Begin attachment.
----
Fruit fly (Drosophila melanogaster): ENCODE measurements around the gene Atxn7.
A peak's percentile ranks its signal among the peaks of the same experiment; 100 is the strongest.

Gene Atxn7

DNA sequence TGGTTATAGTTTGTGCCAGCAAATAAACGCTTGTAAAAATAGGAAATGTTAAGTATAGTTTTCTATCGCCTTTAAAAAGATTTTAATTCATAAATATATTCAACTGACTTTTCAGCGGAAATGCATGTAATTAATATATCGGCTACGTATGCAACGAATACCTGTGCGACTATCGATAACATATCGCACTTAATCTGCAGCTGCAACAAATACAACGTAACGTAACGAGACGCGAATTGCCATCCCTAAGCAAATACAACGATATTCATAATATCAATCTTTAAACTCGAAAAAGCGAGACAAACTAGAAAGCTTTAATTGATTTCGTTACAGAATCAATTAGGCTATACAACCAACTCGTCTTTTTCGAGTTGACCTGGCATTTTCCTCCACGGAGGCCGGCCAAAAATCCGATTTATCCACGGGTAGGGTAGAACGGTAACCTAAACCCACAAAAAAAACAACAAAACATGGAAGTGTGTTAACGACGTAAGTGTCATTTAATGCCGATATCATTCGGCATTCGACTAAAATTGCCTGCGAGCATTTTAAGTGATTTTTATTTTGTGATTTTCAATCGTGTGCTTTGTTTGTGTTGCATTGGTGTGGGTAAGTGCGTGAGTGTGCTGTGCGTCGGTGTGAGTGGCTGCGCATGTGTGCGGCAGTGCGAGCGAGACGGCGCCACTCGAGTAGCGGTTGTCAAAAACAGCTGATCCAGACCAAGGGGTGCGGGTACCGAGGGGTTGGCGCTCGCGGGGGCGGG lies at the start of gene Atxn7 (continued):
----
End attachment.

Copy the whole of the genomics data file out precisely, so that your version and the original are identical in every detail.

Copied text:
Fruit fly (Drosophila melanogaster): ENCODE measurements around the gene Atxn7.
A peak's percentile ranks its signal among the peaks of the same experiment; 100 is the strongest.

Gene Atxn7

DNA sequence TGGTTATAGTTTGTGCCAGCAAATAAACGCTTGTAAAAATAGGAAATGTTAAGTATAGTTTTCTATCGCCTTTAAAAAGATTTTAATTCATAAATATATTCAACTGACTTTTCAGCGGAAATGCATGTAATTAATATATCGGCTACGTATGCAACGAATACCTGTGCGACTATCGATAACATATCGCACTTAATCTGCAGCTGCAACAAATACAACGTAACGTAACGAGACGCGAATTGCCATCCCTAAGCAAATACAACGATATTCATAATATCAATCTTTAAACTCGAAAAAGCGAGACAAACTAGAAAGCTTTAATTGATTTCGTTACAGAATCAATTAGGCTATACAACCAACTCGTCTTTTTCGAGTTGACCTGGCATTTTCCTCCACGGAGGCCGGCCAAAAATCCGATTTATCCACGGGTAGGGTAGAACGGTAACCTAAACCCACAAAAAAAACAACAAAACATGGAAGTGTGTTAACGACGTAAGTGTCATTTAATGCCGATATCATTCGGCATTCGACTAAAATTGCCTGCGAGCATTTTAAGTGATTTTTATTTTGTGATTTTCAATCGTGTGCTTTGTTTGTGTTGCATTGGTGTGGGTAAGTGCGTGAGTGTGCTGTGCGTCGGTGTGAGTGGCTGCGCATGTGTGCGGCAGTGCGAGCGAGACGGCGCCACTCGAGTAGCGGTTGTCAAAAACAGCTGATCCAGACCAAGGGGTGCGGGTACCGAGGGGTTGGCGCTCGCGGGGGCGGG lies at the start of gene Atxn7 (continued):